Alzheimer's: The Unsolved Mystery
Absentmindedness, with questions having to be repeated, trouble following conversations, or remembering people's names, sound familiar? These are classic early stage symptoms of Alzheimer's.
Alzheimer's is a type of dementia in which parts of the brain stop working, causing memory loss, and instability in judgement, reasoning and emotions. Dementia, such as Alzheimer's is usually more frequent in elderly people. Approximately 15 percent of people who are over 65 will develop some form of dementia; by the age of 85 that percentage increases by at least 35 percent. Alzheimer's is the
…show more content…
These deposits gather in the spaces between the nerve cells, causing the neurons to look swollen and mutated. The clusters of protein usually accompanied by reactive inflammatory cells, which might degrade and remove damaged neurons. These plaques are specific to Alzheimer's patients and appear long before the tangles do. The main component of these plaques are peptides made up of 40-42 amino acids, the BAPP protein. However BAPP remains a mystery. Researchers know that many different cells produce BAPP and that it be in between 695-770 amino acids long. The protein runs through the outer membrane with a short piece cutting into the cell and a longer piece sticking into the extracellular space. The B-amyloid peptide is cut out of the section of BAPP that spans the cell membrane. Scientists discovered that BAPP is cut in two different ways. One way the proteins is first cleaved by an enzyme called alpha-secretase. Then it is cut by another putative enzyme, gamma-secretase. This sequence of cuts creates a harmless peptide fragment.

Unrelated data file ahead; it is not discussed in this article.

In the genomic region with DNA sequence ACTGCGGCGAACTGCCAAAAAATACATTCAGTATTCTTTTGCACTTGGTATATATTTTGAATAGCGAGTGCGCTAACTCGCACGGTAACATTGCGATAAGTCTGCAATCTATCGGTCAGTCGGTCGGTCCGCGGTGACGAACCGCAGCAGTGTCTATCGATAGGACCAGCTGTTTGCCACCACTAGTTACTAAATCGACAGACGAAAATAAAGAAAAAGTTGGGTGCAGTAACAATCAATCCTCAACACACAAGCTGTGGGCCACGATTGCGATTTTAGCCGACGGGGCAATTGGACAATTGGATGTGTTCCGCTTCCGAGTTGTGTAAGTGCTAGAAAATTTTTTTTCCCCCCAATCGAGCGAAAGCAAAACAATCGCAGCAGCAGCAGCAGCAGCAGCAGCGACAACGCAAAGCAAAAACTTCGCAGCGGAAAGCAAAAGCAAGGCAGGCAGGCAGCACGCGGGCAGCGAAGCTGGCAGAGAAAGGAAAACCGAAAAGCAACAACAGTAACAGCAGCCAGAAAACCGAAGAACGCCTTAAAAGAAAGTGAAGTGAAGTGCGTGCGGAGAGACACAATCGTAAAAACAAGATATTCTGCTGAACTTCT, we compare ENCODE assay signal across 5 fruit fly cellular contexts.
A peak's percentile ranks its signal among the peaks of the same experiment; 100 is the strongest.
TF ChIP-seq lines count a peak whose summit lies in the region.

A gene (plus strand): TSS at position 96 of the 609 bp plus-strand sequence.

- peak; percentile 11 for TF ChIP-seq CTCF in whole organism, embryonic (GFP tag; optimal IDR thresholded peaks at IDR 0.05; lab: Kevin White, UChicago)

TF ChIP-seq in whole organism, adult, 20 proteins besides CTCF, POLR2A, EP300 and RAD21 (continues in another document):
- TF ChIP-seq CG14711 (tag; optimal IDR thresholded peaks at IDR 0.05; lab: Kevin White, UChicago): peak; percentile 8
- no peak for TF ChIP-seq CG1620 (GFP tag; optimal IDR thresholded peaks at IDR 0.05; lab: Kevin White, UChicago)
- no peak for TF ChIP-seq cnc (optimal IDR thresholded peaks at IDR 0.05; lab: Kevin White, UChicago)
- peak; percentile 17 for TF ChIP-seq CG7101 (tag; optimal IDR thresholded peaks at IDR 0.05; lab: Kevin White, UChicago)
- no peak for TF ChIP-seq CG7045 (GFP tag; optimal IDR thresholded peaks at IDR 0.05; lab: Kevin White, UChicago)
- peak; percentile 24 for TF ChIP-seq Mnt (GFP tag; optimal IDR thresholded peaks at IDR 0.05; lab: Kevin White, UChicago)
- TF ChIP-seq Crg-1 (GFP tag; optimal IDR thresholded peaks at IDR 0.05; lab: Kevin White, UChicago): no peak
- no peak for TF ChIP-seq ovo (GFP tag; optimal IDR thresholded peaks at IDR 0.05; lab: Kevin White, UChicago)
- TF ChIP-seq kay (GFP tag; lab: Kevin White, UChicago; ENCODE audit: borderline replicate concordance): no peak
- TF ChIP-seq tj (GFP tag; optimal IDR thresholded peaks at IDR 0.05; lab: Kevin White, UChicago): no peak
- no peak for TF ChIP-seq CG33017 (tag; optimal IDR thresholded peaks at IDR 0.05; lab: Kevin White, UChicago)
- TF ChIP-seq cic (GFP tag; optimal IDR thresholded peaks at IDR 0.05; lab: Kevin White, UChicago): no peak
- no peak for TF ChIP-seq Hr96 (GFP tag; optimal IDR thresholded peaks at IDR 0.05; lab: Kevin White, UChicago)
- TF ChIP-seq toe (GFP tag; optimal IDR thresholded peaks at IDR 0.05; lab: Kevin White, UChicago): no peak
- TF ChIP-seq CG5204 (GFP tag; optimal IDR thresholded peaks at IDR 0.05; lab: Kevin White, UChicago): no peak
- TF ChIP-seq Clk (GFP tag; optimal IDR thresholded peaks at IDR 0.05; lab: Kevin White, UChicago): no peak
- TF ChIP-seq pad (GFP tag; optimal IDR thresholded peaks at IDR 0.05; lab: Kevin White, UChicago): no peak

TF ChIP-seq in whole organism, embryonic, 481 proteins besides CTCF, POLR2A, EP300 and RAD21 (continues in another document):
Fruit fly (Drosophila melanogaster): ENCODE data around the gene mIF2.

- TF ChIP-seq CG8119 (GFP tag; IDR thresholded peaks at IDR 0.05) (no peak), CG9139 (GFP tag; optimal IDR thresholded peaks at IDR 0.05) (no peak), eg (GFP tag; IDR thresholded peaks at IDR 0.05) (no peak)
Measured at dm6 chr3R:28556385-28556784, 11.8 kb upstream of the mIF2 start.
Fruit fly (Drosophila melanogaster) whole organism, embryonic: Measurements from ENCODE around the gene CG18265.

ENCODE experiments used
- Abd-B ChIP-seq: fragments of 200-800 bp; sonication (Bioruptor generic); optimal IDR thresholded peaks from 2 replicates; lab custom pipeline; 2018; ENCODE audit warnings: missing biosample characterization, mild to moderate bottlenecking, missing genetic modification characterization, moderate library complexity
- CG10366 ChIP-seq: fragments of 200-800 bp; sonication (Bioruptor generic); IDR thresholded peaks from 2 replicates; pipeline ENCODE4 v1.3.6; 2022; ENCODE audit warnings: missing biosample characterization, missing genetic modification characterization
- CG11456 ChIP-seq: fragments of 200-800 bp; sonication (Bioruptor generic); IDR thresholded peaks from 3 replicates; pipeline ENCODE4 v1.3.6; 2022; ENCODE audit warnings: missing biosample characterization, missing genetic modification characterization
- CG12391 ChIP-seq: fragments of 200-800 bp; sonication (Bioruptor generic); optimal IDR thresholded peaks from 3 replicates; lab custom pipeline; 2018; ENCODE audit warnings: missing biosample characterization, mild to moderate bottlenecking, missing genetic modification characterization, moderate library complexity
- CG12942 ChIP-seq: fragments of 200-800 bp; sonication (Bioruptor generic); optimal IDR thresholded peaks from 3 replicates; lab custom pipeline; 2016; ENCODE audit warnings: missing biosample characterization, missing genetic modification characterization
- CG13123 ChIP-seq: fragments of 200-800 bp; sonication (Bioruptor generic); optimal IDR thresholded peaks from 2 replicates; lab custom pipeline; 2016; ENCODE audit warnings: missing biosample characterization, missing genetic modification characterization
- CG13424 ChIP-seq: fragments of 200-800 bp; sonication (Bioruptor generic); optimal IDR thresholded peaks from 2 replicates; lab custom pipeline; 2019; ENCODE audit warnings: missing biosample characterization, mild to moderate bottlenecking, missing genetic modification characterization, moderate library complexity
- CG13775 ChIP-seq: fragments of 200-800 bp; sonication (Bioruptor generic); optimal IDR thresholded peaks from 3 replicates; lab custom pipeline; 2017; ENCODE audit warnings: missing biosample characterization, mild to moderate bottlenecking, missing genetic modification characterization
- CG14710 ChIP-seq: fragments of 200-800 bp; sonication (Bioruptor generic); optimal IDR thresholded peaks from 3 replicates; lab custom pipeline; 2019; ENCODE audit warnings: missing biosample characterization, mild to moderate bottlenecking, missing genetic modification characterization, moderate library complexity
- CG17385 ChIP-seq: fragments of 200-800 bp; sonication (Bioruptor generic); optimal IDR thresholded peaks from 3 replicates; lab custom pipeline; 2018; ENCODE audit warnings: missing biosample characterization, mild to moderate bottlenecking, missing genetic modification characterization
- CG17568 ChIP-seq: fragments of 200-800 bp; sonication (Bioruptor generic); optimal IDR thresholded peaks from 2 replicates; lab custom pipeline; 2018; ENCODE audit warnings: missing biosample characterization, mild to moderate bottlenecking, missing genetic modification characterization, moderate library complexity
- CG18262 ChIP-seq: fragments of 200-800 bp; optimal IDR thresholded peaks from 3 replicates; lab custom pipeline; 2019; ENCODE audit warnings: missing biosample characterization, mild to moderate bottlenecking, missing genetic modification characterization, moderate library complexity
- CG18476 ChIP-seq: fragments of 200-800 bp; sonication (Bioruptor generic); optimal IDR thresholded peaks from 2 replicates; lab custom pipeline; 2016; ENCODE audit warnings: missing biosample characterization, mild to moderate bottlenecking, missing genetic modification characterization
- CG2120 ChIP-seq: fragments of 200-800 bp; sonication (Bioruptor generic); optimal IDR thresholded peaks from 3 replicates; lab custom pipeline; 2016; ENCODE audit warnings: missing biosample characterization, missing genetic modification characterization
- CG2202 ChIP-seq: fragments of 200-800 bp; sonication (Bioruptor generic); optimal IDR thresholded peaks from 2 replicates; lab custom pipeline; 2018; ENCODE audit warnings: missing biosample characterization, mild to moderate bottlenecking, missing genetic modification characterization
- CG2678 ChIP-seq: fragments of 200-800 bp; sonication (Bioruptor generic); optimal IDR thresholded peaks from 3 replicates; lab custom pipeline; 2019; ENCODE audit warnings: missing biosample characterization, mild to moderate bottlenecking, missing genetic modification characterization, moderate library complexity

The second way BAPP is clipped by beta-secretase. One of the resulting pieces C99-BAPP is then snipped by gamma-secretase and the B-amyloid peptide is born, some of which may have two extra amino acids. This slightly longer form is the one that gives rise to plaques and that it has a direct toxic effect on neurons. First, the peptide seems to disrupt